Electronic Thesis and Dissertation Repository

Thesis Format

Integrated Article


Doctor of Philosophy




Lanius, Ruth A.


Background: Traumatic experiences can have severe emotional and psychological consequences, which may affect the capacity to process both internal and external sensory information. Such aberrations may have cascading effects in individuals with post-traumatic stress disorder (PTSD), where alterations in sensory processing may hinder the capacity for higher-order executive functions, including emotion regulation. Delineating the neural circuitry of subcortical and cortical structures thought to be central to sensory processing is therefore critical to the study of PTSD and may help to develop an understanding of the neurobiological mechanisms underlying this often debilitating disorder.

Methods: Various neuroimaging approaches were employed to investigate sensory processing in PTSD, its dissociative subtype, and healthy controls. First, resting-state connectivity patterns of subcortical brainstem structures linked to interoceptive and exteroceptive sensory processing, including the periaqueductal gray and the vestibular nuclei, were examined (chapters 2 and 3). In addition, given that the insula is critical for relaying exteroceptive and interoceptive sensory information to other neurocognitive networks in the brain, resting-state whole brain seed-based connectivity patterns of different insula subregions were investigated (chapter 4). Furthermore, machine learning analyses were used to assess the utility of insula subregion resting-state connectivity patterns as a diagnostic predictor for classifying PTSD, its dissociative subtype, and healthy controls. Finally, a task-based paradigm using oculomotor stimuli with simultaneous traumatic autobiographical memory recall was employed to examine cortical brain structures involved in the convergence of exteroceptive and interoceptive sensory information (chapter 5).

Results and Discussion: As compared to controls, widespread periaqueductal gray connectivity was observed with cortical structures associated with emotional reactivity and defensive responding in PTSD and its dissociative subtype at rest. In addition, as compared to controls, decreased vestibular nuclei connectivity with cortical structures essential to exteroceptive sensory processing and multisensory integration was observed in individuals with the PTSD dissociative subtype. Moreover, PTSD showed limited cortical insula subregion resting-state connectivity with frontal lobe structures involved in the central executive network, which may be associated with impairment of higher-order executive functions, including emotion regulation, in PTSD. Finally, exposure to simultaneous exteroceptive and interoceptive sensory stimuli through oculomotor eye movements performed simultaneous to traumatic memory recall engaged the dorsal attentional network and default-mode frontoparietal networks that have been demonstrated to work in tandem to facilitate connectivity with structures in the central executive network, including the dorsolateral and dorsomedial prefrontal cortex, necessary for multisensory integration and emotion regulation. This effect was greater in individuals with PTSD and may provide a neurobiological account for how oculomotion may influence the frontoparietal cortical representation of traumatic memories. Overall, the findings of this dissertation reveal that individuals with PTSD experience aberrations in the neural circuitry necessary for processing both interoceptive and exteroceptive sensory information. We hypothesize that these observed alterations in interoceptive and exteroceptive neural processing may underlie, in part, the emotion dysregulation and maladaptive responses to chronic stress, including hypervigilance and dissociative symptoms, observed in PTSD and its dissociative subtype.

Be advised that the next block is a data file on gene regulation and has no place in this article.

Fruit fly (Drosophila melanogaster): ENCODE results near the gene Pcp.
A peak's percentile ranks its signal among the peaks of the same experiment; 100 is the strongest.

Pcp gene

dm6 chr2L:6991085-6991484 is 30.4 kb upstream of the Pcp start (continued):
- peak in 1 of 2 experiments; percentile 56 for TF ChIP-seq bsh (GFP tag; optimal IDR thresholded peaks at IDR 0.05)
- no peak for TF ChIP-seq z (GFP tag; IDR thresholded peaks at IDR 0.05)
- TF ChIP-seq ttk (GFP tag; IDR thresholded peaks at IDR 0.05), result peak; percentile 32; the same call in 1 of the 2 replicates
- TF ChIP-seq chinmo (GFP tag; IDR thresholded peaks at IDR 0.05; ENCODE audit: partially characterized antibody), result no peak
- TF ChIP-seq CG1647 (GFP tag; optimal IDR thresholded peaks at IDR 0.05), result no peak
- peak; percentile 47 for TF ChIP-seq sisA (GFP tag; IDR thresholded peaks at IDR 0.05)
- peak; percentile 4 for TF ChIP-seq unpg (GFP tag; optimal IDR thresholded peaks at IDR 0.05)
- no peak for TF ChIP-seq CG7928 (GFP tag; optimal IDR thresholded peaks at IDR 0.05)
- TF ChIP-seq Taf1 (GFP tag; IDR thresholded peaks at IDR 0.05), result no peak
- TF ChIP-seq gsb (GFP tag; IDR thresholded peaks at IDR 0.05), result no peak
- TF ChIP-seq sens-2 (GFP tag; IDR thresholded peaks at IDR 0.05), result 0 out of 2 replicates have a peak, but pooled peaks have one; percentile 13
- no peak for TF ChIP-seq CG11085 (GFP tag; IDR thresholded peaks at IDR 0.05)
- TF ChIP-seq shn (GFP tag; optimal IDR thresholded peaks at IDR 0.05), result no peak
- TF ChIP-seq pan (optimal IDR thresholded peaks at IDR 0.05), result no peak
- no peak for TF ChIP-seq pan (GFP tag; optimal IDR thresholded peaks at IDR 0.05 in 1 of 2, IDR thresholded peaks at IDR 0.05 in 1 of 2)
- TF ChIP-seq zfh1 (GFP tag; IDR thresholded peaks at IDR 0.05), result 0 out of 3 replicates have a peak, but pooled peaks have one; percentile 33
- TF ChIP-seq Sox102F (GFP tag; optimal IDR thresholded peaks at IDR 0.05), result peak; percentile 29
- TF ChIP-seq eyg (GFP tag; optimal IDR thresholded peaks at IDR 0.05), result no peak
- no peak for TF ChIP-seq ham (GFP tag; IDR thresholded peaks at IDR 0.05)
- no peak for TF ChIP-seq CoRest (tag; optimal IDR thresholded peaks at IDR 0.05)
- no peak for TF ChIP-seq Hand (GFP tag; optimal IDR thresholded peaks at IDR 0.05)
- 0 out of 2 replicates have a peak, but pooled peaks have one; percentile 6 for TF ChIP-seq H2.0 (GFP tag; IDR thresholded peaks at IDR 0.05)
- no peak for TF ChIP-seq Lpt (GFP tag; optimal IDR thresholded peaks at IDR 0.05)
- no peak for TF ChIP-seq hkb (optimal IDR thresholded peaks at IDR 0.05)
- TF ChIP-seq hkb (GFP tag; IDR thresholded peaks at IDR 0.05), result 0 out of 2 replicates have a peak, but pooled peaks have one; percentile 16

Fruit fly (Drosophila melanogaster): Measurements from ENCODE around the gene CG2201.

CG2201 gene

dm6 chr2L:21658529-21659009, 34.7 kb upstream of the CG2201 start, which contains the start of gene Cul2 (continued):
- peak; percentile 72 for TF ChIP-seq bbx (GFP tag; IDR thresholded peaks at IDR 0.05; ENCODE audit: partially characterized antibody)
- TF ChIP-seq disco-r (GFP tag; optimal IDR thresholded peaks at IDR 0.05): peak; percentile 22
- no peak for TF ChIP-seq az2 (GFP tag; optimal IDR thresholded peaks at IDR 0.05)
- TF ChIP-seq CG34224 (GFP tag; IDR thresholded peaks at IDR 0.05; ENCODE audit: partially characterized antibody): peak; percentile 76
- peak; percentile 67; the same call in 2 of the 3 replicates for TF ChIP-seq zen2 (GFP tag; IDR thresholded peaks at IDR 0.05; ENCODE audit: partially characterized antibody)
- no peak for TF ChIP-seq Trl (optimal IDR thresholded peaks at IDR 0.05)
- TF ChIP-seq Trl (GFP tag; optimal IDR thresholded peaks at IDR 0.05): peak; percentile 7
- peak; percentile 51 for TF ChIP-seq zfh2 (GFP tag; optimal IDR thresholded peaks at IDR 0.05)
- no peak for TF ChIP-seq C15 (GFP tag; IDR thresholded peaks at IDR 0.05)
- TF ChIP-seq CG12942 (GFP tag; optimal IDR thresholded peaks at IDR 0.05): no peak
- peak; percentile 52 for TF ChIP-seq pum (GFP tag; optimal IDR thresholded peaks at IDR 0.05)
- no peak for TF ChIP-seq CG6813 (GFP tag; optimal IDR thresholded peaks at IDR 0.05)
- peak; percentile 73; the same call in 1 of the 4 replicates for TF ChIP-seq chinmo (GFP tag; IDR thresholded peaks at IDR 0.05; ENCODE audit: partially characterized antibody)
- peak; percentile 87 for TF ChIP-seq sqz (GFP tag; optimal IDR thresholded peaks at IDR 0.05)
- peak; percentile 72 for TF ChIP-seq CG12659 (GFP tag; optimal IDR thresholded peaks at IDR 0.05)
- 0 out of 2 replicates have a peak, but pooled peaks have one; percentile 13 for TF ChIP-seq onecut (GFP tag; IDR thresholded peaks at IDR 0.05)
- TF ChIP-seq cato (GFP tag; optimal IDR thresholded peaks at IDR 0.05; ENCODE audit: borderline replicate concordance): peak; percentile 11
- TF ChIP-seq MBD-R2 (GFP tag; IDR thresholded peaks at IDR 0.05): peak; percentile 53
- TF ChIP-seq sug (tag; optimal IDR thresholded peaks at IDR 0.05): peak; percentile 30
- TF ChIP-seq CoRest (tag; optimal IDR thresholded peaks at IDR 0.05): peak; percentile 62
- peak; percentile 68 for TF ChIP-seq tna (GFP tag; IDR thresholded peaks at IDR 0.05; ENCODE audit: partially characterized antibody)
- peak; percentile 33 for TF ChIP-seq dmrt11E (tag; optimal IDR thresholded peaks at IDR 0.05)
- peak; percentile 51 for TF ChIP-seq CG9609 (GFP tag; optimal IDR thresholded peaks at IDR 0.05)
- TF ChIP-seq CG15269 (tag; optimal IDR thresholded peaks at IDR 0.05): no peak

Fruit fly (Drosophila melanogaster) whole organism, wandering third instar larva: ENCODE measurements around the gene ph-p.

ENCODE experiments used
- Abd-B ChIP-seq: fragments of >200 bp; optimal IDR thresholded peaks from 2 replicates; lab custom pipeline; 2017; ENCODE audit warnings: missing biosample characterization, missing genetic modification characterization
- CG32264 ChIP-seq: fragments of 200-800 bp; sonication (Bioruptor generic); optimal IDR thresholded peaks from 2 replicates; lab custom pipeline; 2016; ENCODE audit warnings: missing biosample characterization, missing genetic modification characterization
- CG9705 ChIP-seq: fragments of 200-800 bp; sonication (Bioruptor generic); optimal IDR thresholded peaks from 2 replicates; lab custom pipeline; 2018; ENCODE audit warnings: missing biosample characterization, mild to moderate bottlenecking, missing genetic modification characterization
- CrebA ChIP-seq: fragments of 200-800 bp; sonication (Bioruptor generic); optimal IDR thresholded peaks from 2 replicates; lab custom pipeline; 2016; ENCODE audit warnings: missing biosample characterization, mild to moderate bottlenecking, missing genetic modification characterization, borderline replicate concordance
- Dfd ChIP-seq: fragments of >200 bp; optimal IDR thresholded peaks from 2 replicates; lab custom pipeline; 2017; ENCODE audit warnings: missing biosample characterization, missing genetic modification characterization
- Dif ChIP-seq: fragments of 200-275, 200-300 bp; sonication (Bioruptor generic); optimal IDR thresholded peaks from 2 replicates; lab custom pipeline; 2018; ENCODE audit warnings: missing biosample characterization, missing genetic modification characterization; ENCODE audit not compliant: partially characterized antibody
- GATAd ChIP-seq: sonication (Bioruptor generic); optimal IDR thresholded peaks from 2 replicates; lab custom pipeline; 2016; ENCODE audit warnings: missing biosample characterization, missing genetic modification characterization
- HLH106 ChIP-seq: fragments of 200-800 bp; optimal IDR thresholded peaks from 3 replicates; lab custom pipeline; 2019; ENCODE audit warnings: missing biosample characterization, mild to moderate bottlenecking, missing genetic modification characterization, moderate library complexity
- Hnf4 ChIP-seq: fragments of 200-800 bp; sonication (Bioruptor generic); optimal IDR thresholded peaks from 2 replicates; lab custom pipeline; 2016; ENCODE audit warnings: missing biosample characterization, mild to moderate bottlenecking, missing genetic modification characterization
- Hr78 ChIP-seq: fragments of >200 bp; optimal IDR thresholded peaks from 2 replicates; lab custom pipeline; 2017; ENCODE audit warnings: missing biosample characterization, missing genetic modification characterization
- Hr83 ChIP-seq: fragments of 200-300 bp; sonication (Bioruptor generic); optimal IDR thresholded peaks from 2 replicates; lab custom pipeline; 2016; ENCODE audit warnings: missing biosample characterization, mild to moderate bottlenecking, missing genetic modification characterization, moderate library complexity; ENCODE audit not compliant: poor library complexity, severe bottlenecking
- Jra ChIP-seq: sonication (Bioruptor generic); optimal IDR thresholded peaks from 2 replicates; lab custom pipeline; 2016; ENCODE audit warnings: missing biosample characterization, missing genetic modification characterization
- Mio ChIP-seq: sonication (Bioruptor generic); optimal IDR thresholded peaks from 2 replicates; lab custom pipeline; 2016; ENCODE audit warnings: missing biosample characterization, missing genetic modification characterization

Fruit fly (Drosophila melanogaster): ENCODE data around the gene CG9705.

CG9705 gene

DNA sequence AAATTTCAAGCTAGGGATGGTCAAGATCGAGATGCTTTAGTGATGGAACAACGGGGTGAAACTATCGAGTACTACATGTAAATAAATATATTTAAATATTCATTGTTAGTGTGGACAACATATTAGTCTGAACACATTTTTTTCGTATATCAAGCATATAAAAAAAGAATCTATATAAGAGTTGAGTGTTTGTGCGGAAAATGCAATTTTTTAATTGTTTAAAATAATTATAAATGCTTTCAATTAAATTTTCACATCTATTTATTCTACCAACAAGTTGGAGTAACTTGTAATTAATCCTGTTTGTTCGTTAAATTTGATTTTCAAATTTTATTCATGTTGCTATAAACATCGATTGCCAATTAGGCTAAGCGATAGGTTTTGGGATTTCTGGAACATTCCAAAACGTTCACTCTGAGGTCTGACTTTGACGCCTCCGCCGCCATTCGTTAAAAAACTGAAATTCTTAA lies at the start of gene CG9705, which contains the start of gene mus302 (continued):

Summary for Lay Audience

Post-traumatic stress disorder (PTSD) is a psychiatric disorder that is triggered by an individual experiencing or witnessing a traumatic event, which may precipitate persistent flashbacks and severe anxiety, causing individuals to be fearful and hypervigilant of their surroundings. Approximately 14-30% of traumatized individuals may present with a dissociative subtype of PTSD, which is often associated with repeated trauma or childhood trauma. These patients may present with additional symptoms, including depersonalization and derealization, where they may feel as if the world or self is “dream-like” and not real and/or describe “out-of-body” experiences. This dissertation explores potential neural alterations that may signify how traumatized individuals with PTSD and its dissociative subtype experience sensations differently, whether they are from the outside world (i.e. touch, auditory, visual sensations) or from the internal body (i.e. emotions, visceral sensations). It is hypothesized that alterations in neural pathways important for the processing of these sensations may have cascading effects on the performance of higher-order cognitive functions, including emotion regulation. Various functional magnetic resonance imaging techniques were employed to examine brain structures critical to sensory processing in individuals with PTSD, the PTSD dissociative subtype and healthy controls. The cumulative findings from this dissertation have been summarized into a theoretical framework that hypothesizes a neurobiological account through which sensory processing may be impacted in traumatized individuals.

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Creative Commons Attribution 4.0 License
This work is licensed under a Creative Commons Attribution 4.0 License.